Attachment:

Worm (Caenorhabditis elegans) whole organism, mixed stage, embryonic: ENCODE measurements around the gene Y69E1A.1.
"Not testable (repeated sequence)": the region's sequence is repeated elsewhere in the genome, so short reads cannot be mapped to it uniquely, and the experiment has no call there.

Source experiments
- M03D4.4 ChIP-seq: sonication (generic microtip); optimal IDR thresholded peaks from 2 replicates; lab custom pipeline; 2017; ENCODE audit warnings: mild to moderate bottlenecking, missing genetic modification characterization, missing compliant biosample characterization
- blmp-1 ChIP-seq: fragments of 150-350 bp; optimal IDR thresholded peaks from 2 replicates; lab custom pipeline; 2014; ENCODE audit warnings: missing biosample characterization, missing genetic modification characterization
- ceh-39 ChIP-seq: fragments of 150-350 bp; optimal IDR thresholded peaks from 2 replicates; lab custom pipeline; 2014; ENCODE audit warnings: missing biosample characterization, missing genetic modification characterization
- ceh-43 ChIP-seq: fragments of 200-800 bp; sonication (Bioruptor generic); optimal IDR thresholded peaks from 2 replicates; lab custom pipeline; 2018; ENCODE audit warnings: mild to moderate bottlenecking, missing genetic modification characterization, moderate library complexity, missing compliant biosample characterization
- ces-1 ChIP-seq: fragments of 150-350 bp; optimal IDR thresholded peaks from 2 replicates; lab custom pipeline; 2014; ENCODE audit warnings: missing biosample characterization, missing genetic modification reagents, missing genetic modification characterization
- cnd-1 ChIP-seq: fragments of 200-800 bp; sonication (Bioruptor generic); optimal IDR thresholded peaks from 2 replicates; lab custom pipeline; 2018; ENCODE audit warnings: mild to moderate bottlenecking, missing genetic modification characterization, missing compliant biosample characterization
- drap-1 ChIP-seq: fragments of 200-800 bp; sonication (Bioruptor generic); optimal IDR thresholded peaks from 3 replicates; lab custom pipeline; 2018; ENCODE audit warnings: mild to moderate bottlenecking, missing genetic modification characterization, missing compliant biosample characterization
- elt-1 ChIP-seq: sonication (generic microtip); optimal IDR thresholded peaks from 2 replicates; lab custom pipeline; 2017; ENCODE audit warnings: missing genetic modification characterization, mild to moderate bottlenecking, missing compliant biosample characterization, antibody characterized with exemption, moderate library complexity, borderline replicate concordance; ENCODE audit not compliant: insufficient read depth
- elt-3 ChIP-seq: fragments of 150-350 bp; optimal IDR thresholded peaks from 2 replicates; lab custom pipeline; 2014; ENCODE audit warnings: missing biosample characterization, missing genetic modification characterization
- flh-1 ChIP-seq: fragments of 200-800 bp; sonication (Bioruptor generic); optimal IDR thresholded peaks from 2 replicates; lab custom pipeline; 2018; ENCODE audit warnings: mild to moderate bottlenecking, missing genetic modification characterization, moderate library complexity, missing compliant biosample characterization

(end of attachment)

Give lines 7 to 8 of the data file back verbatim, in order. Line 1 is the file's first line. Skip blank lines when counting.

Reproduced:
- ceh-43 ChIP-seq: fragments of 200-800 bp; sonication (Bioruptor generic); optimal IDR thresholded peaks from 2 replicates; lab custom pipeline; 2018; ENCODE audit warnings: mild to moderate bottlenecking, missing genetic modification characterization, moderate library complexity, missing compliant biosample characterization
- ces-1 ChIP-seq: fragments of 150-350 bp; optimal IDR thresholded peaks from 2 replicates; lab custom pipeline; 2014; ENCODE audit warnings: missing biosample characterization, missing genetic modification reagents, missing genetic modification characterization